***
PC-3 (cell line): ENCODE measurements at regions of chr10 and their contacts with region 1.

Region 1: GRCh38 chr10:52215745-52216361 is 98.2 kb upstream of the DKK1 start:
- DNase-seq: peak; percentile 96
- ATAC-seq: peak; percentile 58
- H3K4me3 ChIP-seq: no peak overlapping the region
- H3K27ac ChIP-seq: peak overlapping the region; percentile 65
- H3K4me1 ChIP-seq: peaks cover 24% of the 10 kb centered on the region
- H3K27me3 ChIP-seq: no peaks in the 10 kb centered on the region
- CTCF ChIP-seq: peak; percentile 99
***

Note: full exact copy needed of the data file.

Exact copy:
PC-3 (cell line): ENCODE measurements at regions of chr10 and their contacts with region 1.

Region 1: GRCh38 chr10:52215745-52216361 is 98.2 kb upstream of the DKK1 start:
- DNase-seq: peak; percentile 96
- ATAC-seq: peak; percentile 58
- H3K4me3 ChIP-seq: no peak overlapping the region
- H3K27ac ChIP-seq: peak overlapping the region; percentile 65
- H3K4me1 ChIP-seq: peaks cover 24% of the 10 kb centered on the region
- H3K27me3 ChIP-seq: no peaks in the 10 kb centered on the region
- CTCF ChIP-seq: peak; percentile 99